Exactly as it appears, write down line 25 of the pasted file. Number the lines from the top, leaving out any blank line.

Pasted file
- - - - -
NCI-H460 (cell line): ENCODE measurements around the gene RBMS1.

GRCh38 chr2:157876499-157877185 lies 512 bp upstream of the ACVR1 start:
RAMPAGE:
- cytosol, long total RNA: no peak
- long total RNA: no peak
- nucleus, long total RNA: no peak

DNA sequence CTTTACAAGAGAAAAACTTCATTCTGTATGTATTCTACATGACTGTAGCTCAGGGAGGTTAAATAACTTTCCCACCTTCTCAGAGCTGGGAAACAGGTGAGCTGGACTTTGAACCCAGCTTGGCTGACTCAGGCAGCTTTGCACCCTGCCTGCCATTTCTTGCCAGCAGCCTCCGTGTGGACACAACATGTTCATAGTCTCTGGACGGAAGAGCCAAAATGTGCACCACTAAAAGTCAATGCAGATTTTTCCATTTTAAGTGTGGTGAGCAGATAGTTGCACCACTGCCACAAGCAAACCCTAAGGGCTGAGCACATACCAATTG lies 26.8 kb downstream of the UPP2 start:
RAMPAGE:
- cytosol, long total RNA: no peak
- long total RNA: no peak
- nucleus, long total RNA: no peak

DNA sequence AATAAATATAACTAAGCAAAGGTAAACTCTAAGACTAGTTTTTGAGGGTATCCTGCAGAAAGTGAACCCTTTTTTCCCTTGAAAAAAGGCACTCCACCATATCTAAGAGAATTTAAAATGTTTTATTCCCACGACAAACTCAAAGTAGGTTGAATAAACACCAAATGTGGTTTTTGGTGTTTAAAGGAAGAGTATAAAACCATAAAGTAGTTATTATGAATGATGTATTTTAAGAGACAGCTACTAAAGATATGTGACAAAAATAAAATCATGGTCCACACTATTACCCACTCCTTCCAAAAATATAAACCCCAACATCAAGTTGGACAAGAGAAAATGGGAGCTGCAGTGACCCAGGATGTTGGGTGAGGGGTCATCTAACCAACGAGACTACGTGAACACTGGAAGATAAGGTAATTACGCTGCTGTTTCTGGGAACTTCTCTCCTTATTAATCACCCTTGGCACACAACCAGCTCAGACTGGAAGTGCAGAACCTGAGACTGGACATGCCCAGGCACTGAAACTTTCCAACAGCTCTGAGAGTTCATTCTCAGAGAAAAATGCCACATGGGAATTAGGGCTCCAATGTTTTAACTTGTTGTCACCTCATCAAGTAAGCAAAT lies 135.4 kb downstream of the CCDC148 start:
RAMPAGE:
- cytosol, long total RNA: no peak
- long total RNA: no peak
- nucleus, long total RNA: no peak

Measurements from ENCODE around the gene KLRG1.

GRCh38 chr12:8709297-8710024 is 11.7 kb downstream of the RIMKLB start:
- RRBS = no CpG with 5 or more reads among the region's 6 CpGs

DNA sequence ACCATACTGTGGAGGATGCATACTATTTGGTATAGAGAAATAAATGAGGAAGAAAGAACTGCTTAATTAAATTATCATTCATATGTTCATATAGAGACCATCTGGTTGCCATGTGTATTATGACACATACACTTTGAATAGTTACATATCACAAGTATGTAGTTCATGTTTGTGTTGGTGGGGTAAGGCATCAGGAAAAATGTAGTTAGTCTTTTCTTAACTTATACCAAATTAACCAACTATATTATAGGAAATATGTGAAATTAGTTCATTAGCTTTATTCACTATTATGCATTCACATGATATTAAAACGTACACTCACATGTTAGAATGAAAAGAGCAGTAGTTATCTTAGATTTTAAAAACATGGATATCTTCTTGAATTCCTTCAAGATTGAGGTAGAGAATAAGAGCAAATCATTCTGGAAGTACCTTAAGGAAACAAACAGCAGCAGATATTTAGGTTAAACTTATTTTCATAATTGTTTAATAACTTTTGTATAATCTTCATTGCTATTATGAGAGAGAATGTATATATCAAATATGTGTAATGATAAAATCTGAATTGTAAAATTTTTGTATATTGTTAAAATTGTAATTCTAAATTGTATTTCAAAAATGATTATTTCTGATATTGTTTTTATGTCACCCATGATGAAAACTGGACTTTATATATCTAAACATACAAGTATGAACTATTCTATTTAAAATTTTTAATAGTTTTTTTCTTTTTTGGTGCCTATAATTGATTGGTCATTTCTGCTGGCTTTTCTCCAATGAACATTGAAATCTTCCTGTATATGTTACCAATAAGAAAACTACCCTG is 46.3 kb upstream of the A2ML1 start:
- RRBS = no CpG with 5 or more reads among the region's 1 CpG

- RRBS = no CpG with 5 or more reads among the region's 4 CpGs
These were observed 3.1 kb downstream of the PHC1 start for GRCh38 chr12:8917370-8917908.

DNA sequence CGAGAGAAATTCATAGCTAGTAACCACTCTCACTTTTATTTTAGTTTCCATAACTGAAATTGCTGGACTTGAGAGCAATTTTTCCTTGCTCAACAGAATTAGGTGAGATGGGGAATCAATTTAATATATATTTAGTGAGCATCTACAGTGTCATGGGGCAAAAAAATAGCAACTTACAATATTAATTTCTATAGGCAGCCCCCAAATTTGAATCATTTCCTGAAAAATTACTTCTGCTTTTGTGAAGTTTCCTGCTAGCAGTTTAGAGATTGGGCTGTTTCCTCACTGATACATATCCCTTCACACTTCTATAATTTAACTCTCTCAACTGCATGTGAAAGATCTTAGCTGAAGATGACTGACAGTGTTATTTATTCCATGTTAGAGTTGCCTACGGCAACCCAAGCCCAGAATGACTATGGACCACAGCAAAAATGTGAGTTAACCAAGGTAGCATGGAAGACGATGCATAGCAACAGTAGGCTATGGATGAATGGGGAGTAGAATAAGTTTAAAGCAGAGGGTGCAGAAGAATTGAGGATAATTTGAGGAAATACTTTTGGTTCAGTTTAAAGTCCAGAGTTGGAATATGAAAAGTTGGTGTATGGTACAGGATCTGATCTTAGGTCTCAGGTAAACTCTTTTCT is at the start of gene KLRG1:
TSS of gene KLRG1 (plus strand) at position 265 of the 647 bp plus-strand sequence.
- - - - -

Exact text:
TSS of gene KLRG1 (plus strand) at position 265 of the 647 bp plus-strand sequence.